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Two Injured After A Driver Hits NJ School Bus And Flees From Scene: Are Buses Safe For Kids?

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The National Highway Traffic Safety Administration (NHTSA) along with the National School Transportation Association and the US Department of Transportation all advocate for the utmost well-being regarding school age children.

The NHTSA issued its annual Traffic Safety Facts in August 2012, bearing out the school transportation-related crashes from 2001-2010. A school transportation-related crash is a crash which involves, either directly or indirectly, a school bus body vehicle, or a non-school bus functioning as a school bus, transporting children to or from school or school-related activities.

Since 2001, there were 363,839 fatal motor vehicle traffic crashes. Of those, 1,236 or 0.34 percent were classified as school transportation-related. On average, 18 school age children die annually while engaged in a school transportation-related accident.

However, school buses take place of 36 additional cars being on the road at key morning and afternoon pick up and drop off times. School buses keep an annual estimated 17.3 million cars off roads surrounding schools. That spares millions of gallons of fuel, billions of dollars in fuel costs, and a needless excess of CO2 emissions and significantly cuts down on potential single vehicle accidents and fatalities.

“The safety record of school transportation is just about untouched by any other mode,” says Eric Bolton, spokesman for the National Highway Traffic Safety Administration (NHTSA). Every year, school buses carry some 24 million students and collectively travel more than 4 billion miles. Considering how many kids the buses carry and the distance they cover, deaths on the road are extremely rare. School buses have a rate of 0.2 deaths per 100 million miles traveled. The rate of deaths in automobiles is eight times higher.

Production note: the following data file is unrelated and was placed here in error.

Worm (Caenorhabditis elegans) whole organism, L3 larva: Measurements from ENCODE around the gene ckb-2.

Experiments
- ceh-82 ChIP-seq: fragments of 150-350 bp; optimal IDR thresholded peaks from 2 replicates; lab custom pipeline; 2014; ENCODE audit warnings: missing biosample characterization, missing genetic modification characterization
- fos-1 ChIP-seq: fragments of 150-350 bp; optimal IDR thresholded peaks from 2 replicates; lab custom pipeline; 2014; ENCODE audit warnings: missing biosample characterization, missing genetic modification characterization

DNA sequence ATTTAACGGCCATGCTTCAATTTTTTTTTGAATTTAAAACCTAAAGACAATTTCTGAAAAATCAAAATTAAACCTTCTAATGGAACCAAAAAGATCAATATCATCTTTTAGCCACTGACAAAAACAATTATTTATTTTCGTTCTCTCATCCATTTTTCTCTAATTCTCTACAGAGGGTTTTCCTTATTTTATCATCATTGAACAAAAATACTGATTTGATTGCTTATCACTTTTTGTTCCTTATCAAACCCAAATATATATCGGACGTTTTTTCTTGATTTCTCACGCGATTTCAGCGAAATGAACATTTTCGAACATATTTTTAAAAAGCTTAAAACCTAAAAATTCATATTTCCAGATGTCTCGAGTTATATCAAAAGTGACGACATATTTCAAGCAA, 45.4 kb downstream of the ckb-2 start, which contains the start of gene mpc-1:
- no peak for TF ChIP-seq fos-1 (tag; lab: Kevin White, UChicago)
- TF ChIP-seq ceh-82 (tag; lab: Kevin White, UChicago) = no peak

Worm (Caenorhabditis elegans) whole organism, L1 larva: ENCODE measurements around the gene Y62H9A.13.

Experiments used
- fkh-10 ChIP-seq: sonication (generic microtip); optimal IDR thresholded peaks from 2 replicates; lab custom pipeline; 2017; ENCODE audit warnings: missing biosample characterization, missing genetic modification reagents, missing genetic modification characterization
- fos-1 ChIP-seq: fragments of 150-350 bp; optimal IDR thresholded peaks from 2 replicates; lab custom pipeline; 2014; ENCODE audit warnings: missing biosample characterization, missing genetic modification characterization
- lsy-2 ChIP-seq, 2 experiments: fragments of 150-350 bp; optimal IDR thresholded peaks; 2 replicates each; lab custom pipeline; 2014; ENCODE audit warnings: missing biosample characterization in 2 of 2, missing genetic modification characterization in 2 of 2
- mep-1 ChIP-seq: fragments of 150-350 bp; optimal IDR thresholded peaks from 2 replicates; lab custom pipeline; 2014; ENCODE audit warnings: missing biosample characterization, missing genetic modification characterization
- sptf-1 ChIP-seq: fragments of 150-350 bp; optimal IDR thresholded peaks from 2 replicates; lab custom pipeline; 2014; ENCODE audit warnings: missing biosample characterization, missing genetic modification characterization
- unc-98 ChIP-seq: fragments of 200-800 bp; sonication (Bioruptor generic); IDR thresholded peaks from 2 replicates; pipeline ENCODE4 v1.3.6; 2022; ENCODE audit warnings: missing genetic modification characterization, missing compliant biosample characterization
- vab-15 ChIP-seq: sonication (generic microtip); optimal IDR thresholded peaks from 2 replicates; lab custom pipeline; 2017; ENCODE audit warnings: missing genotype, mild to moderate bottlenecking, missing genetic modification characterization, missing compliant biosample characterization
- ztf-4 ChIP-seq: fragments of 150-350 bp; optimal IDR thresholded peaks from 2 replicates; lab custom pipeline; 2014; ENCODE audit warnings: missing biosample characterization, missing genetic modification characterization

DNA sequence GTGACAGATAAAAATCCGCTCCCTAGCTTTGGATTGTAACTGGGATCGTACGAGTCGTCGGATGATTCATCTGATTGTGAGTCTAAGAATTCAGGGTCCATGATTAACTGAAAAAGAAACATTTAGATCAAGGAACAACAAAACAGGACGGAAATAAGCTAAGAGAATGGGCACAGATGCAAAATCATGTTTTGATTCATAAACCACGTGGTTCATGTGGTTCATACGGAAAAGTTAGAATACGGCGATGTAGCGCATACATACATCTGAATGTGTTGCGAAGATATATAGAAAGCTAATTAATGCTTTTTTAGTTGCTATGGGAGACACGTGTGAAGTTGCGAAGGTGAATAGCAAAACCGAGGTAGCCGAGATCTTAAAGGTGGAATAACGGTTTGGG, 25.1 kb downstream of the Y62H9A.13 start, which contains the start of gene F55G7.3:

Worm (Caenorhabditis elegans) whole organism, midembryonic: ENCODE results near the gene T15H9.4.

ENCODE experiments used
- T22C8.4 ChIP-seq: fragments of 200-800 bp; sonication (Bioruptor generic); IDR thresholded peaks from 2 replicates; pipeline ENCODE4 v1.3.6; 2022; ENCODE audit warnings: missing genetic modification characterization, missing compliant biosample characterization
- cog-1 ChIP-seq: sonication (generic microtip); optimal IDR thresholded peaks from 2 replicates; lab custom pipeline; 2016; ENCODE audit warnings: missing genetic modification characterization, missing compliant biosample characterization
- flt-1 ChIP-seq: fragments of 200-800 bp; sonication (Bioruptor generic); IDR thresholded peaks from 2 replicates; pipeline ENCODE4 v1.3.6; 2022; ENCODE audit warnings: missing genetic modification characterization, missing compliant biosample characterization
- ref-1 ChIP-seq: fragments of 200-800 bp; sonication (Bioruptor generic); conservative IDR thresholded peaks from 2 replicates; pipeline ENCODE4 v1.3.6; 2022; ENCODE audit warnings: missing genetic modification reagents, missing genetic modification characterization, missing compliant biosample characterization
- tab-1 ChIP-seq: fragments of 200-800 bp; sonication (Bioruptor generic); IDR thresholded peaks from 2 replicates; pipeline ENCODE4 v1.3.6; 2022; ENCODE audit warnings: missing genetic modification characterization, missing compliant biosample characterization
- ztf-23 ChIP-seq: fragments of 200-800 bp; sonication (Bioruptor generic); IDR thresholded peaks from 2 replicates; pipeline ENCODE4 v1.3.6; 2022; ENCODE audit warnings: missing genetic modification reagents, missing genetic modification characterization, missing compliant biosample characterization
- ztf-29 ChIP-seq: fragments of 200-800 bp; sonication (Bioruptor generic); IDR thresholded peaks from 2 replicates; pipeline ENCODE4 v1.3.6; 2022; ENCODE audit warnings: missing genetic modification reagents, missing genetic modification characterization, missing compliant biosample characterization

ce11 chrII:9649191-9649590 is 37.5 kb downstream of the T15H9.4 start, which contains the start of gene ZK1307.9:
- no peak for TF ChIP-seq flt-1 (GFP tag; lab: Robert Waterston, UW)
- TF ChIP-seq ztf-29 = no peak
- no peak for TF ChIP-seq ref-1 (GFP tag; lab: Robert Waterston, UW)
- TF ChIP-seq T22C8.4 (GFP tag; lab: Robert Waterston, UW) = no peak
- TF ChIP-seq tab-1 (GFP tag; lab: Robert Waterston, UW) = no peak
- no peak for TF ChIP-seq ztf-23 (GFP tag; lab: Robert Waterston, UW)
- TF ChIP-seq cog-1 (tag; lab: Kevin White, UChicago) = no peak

A school bus makes a positive environmental impact, economic impact, and safety impact. There are laws that provide strict rules when in the vicinity of a school bus and student loading and unloading zones. Violating these laws can have costly and embarrassing consequences. One can be fined, have their driving privileges revoked, and, in the case of 32-year-old Shena Hardin, be court ordered to public shaming for repeatedly driving on the sidewalk in her neighborhood to sidestep a stopped school bus.

NBC News reports that earlier this morning in Camden County, Clementon, New Jersey a driver rear-ended a school bus full of kids. Thereafter, the vehicle and fled the scene of the accident. Two people on the bus were hospitalized with minor injuries after the hit-and-run. Authorities say the crash happened around 7:45 am near Clementon Elementary School at 4 Audubon Ave. but involved a bus transporting kids to another school. No immediate description of that vehicle has been made available.

New Jersey Law describes that there is a felony charge for leaving the scene of a fatal accident, called a hit and run, in New Jersey. A driver having knowledge that he or she was involved in a motor vehicle accident that caused personal injury or death must stop immediately at or as close to the accident scene as possible; otherwise, it can be considered a hit and run and subject to associated charges. Leaving the scene of a fatal accident is a third degree crime, punishable by three to five years in state prison. The presumption on non-imprisonment for 1st offenders does not apply to this crime and a sentence for this crime is imposed consecutively to convictions for aggravated manslaughter or vehicular homicide. Please refer to N.J.S.A. 2C:11-5.1.

[Photo Credit: American School Bus Council]

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